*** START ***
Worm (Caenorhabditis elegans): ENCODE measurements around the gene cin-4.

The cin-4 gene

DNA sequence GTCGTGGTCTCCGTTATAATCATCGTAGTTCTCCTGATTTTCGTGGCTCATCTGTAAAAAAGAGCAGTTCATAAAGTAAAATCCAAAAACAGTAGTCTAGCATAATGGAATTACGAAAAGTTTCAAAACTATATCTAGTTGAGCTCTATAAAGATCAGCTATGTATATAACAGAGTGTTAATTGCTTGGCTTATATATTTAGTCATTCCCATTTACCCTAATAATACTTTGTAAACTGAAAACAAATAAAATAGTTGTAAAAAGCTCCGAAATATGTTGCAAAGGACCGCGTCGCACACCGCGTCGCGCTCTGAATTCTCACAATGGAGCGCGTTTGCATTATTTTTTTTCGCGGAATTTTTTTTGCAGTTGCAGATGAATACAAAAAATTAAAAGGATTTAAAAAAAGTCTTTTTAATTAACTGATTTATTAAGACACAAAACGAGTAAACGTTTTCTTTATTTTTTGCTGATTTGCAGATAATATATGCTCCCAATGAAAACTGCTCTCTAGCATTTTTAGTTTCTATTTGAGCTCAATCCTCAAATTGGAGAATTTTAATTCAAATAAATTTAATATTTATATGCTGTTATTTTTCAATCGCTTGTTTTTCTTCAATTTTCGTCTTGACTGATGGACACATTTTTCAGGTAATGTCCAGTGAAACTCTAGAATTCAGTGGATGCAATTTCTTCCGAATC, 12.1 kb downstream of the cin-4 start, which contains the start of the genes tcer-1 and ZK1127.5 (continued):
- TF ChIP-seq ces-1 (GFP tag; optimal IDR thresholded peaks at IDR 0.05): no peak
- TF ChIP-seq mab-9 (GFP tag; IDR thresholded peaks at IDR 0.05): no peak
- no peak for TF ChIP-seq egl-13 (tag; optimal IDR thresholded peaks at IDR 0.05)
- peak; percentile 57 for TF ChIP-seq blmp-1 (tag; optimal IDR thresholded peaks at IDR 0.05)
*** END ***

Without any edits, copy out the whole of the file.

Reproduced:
Worm (Caenorhabditis elegans): ENCODE measurements around the gene cin-4.

The cin-4 gene

DNA sequence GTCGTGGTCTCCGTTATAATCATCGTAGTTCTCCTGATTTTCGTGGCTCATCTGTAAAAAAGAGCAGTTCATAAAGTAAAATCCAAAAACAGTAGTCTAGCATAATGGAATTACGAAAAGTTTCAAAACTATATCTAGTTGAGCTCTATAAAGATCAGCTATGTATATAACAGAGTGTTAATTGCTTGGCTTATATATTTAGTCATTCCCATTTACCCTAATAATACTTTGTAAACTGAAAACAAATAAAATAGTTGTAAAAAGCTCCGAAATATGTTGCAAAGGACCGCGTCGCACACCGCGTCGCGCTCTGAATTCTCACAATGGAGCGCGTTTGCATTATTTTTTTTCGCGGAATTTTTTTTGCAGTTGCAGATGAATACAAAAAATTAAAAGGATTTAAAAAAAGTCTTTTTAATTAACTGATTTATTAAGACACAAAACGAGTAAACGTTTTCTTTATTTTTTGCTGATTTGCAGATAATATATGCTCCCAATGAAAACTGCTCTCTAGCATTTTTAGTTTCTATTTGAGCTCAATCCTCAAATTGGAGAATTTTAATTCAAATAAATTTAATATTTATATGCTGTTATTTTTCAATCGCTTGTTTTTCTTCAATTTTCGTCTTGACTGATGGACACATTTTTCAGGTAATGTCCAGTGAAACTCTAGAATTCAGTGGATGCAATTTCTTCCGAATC, 12.1 kb downstream of the cin-4 start, which contains the start of the genes tcer-1 and ZK1127.5 (continued):
- TF ChIP-seq ces-1 (GFP tag; optimal IDR thresholded peaks at IDR 0.05): no peak
- TF ChIP-seq mab-9 (GFP tag; IDR thresholded peaks at IDR 0.05): no peak
- no peak for TF ChIP-seq egl-13 (tag; optimal IDR thresholded peaks at IDR 0.05)
- peak; percentile 57 for TF ChIP-seq blmp-1 (tag; optimal IDR thresholded peaks at IDR 0.05)